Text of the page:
Thursday, March 8, 2012

International Womens Day: Be Inspiring

I’m sitting here at my desk, taking some time out of my work in Project and Change Management, to think about my place in the world.
Last night I was wondering if perhaps IWD didn’t apply to me. I’m not fighting to break through a glass ceiling, or to access health care or to survive on the streets. I’m not equal to a man yet; I suspect that if I was a man doing this job, my salary would probably be higher, but I’m dealing with that. Nothing is stopping me. I know that there are still venues I can’t get into and things I can’t do, but I don’t want to join the Tattersalls Club, and I don’t want to pee standing up.
But in not being equal, I’m also not “less” than a man. Neither am I superior. I am a woman.
I recall of one of my favourite scenes from The West Wing, where Emily Proctor’s character Ainsley Hayes explains her feelings on the ERA – America’s Equal Rights Amendment.

It's humiliating: a new amendment we vote on declaring that I am equal under the law to a man. I am mortified to discover there is reason to believe I wasn't before. I am a citizen of this country, I am not a special subset in need of your protection. I do not have to have my rights handed down to me by a bunch of old white men. The same article fourteen that protects you protects me and I went to law school just to make sure.
That speech has always resonated with me. My mother and her generation did enough work for women’s rights to allow me to make my way in the world. I don’t feel hampered or held back or limited in any way by my gender, and I don’t need to take advantage of special assistance programmes that favour my gender over the male gender.
Women are no more a big lump of homogenised oestrogen than men are a chunk of testosterone. We’re not all the same and as such, our needs as female-gendered humans are individual. That IWD isn’t a day when I can fight for my equality doesn’t mean we don’t need to fight for other women (and by “we”, I mean all of us – men included.)
The theme of this year’s IWD is about being role models for the next generations of women coming through. My Prime Minister, Governor General, State Premier and State Governor are women. There are some role models, right there.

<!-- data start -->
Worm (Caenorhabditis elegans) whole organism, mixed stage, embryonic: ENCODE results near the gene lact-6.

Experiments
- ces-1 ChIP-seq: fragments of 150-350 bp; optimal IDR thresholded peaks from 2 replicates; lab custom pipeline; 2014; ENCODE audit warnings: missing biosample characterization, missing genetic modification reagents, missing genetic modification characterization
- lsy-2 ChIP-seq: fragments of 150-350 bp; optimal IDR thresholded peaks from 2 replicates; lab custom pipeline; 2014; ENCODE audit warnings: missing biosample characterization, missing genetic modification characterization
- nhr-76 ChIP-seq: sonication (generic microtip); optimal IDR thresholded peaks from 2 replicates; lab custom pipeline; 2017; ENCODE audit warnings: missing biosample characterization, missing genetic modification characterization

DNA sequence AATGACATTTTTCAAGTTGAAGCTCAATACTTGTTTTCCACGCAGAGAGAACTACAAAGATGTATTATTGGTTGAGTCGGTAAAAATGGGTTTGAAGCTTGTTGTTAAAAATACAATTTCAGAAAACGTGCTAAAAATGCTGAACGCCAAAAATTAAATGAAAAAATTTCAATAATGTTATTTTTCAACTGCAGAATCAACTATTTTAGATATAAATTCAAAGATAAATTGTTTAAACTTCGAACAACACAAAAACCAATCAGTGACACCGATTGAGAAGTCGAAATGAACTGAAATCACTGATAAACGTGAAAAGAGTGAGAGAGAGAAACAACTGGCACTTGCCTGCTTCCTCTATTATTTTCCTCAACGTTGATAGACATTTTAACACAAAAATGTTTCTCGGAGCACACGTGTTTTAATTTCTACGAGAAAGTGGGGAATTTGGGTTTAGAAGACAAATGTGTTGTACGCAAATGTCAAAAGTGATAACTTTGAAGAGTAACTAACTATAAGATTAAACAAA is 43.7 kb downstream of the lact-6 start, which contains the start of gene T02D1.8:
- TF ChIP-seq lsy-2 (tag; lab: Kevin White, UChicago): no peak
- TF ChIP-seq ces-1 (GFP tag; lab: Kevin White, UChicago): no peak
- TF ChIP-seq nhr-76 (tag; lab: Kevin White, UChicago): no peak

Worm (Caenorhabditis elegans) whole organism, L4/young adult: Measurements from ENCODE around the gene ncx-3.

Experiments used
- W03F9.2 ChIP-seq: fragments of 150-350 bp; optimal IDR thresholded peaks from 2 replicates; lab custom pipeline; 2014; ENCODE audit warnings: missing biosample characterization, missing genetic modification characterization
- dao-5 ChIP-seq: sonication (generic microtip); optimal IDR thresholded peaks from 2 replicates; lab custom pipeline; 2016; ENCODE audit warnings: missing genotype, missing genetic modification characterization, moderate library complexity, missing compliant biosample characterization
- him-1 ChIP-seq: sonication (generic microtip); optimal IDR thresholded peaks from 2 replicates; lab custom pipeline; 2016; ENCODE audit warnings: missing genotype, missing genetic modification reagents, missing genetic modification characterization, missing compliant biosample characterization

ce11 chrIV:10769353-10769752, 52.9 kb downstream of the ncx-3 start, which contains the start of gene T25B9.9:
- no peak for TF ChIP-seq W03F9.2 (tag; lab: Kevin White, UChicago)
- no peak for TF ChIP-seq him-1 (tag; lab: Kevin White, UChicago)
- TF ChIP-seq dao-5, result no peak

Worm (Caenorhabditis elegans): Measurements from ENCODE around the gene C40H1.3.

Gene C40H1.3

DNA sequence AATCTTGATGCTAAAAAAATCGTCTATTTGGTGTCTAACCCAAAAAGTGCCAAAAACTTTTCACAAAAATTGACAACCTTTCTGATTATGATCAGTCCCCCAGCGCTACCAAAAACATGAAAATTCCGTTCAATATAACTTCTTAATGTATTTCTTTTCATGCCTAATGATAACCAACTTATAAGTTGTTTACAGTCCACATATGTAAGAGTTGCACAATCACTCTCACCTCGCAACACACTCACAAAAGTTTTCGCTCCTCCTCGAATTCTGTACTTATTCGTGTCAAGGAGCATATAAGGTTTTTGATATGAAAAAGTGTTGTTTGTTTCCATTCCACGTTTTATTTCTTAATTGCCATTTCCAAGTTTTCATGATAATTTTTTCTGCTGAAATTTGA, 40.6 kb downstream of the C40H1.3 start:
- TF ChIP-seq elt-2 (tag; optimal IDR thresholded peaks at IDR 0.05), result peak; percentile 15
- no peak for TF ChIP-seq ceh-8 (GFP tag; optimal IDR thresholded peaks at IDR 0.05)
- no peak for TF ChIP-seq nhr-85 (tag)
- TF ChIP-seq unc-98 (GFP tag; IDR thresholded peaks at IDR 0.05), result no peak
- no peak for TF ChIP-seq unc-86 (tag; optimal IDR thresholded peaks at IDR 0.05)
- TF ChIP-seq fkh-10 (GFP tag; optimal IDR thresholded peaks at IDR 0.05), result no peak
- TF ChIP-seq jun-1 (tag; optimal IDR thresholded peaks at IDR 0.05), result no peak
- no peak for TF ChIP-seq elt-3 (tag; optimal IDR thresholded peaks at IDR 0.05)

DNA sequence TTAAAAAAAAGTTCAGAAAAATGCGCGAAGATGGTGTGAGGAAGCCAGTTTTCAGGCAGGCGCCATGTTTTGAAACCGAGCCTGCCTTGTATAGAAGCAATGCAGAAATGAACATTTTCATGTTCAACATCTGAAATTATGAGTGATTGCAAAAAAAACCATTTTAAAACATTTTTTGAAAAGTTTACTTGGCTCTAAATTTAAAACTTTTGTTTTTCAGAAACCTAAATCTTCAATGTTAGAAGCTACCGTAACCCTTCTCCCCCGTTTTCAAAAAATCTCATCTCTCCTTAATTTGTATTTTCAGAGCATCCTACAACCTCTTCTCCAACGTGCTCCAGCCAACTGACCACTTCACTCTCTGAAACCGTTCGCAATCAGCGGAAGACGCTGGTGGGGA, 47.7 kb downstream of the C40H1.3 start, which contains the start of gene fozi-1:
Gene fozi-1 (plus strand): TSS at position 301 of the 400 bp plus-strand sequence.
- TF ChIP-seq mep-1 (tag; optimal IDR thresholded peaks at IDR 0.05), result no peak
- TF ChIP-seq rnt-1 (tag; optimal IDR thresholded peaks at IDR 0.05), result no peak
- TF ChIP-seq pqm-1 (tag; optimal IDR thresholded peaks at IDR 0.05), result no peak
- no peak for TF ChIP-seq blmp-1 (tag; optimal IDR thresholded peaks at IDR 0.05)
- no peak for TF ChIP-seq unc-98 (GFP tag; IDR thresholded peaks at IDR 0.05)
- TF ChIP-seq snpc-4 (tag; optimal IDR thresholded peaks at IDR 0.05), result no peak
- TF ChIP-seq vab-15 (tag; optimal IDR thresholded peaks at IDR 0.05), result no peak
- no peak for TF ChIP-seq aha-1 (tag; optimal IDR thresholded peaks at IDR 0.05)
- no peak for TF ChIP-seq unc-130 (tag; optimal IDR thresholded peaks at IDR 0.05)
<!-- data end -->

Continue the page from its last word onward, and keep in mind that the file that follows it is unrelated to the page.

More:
The proportion of female board members in Australia is still far too low at 13.8%  – and yet people like Gail Kelly make it. If she can do it, I can too…if that’s what I want to do. It's worth looking at the roles those women on boards are in - a few CEO and Operations Executives, yet most of the female directors are in more typical female areas: HR, Communications and Marketing and a few finance experts. Is this a sign that women are still facing barriers in male-dominated executive roles, or is it just that women play to their strengths?
And that’s an important consideration. Men and women are not the same, so why assume that men and women have equal ambition to serve as company directors or as frontline troops or as drivers of enormous mining machines.
But too much of this conversation seems to be around careers and independence, and that’s not where the inequality lies.
It’s 45 years since Aretha sang about RESPECT. We need more than a song.
·         Australian Shock Jock Kyle Sandilands called a female journalist a fat slag
·         Kyle Sandilands’ said  Magda Szubanski would lose more weight in a Concentration Camp. Magda’s family is Polish.
·         Kyle Sandilands referred to a pregnant journalist as a “fat lying toad”
·         American Shock Jock Rush Limbaugh called Sandra Fluke a slut because she campaigned to have contraception included in a health plan
·         Australian Senator David Bushby “meouws” at Senator Penny Wong because she spoke up in Parliament
·         “Ditch the Bitch” placards aimed at Australia’s female Prime Minister
·         Facebook’s ban on pictures of breastfeeding
None of these examples are about physical abuse; this is just name calling and undermining women because they can. I could blog until the end of time about the abuses we don’t see, physical and emotional; the common thread is respect – or the lack of it.
I don’t believe all women should be respected simply because they’re women. I believe all women should be respected because they are people. After that, all people – male or female – get to build on that respect, or in some cases, lose it. It’s nothing to do with gender. We have a responsibility to our mothers and our daughters to be better, more respectful role models.
This International Womens Day, and for each day after this, be inspiring.

Update: I wish I’d written it down somewhere and had it date-stamped and witnessed. I probably tweeted it, but that would have been some months and many thousands of tweets ago. We can assume there’s no record of it, but I said it. I swear I said it. I said it over and over again: Sarah Palin is not done with the 2012 Presidential Race. Let’s just say that the door is open more than a crack. So far, I’m not seeing anyone who can beat Obama, and that includes Ms Palin.

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